Occasionally the pain from these injuries will be accompanied with swelling therefore the PRICE principle still applies.

Why should I get an expert to assess the injury?

Physiotherapists and sports therapists are experts at assessing and treating injuries.  After any injury you may need help to improve certain movements.  In the twisted ankle example, there maybe lack of range to the joint range, weakness to the muscles that control the ankle and foot and the balance of the individual would be affected.  In ankle sprains there is a 50% chance of a re-occurrence of the injury if it is not treated properly.  Not getting the issue treated properly first time can lead to other issues in the future and this is where we come into play (Sports Injury Specialists). 

What will likely happen with physiotherapy treatment?

Most of the time the physiotherapist will aim to improve range of movement, give you strength exercises to increase overall ankle strength and look to improve balance with other exercises.  The exercises will have to be one outside of treatment time and be aware that the average length of time to build up muscle strength is between 2-3 months. See more here about what happens in a physio appointment.

Does growth affect injuries?

Yes it often does.  When you have a growth spurt the body will take a while to adapt and grow muscle around the bones.  This can lead to overuse injuries and stress on certain areas.  This is commonly the cause of pain to the patella tendon just below the kneecap.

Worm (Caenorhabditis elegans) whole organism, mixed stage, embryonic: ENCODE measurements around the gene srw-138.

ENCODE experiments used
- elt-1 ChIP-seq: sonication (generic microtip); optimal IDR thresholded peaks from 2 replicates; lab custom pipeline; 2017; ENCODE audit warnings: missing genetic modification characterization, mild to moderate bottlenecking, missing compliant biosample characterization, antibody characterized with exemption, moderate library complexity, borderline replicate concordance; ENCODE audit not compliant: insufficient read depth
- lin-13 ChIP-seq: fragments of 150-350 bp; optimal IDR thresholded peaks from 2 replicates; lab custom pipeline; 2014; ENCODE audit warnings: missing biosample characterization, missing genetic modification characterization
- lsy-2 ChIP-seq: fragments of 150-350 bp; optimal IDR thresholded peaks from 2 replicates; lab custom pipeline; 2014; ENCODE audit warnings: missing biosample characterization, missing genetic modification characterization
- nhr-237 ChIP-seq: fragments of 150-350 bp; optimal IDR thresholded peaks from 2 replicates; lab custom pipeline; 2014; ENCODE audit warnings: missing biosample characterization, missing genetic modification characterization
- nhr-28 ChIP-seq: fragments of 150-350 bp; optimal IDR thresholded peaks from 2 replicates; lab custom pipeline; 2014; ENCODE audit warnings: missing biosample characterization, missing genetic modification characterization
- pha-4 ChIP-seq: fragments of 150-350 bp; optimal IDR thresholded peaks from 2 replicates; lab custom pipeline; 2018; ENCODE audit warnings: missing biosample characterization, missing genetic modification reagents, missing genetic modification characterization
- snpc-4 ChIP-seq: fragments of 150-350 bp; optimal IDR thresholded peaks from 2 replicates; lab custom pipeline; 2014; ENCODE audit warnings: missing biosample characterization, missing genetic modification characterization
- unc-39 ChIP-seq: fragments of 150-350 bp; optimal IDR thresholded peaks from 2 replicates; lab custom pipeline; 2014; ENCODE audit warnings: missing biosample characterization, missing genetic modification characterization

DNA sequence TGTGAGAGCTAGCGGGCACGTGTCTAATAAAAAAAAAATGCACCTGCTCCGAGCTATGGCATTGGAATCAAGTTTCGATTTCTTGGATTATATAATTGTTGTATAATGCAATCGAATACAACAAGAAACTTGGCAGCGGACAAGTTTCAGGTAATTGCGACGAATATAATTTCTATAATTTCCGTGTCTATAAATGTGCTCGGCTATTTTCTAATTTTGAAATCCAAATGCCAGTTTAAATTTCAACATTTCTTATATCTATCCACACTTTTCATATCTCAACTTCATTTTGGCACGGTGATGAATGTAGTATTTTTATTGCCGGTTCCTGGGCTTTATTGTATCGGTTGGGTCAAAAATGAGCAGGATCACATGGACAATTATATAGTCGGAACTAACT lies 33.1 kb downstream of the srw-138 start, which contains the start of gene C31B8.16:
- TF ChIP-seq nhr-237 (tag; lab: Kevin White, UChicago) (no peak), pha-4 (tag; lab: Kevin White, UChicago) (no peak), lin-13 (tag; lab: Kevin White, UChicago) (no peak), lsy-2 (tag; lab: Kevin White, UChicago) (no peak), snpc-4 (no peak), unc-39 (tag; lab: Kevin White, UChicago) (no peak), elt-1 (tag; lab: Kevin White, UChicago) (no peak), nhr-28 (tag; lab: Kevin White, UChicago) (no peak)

Are there ways of avoiding injury?

Injury prevention programs are key to trying to avoid injury.  These programs can be tailored to individuals or individual sports and are often focused on certain joints or muscles.  They can involve a mixture of stretching, strengthening and balance improvement in certain areas.  Have a look at this video for an example. 

Recovery from training sessions and matches is very important to maintain good healthy muscles and joints.  Recovery includes good rest, good diet and not over loading the body with too much training or too many matches.

Listening to your body is important as well.  If something is tight or painful then avoid making it worse by training again. Instead you could check out some ways to reduce this tightness. Sometimes our bodies need a rest.  Good overall fitness and good strength is very important to allow you to perform to the highest level and to recover quickly.   

Obviously the better your conditioning, the better you will function, the better you recover and the more you reduce the risk of injuries….and injuries will be the one thing that stops you from completing your activities!

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5 thoughts on “Injury Management”

  1. Nice read, I just passed this onto a colleague who was doing some research on that. And he just bought me lunch because I found it for him smile So let me rephrase that: Thank you for lunch!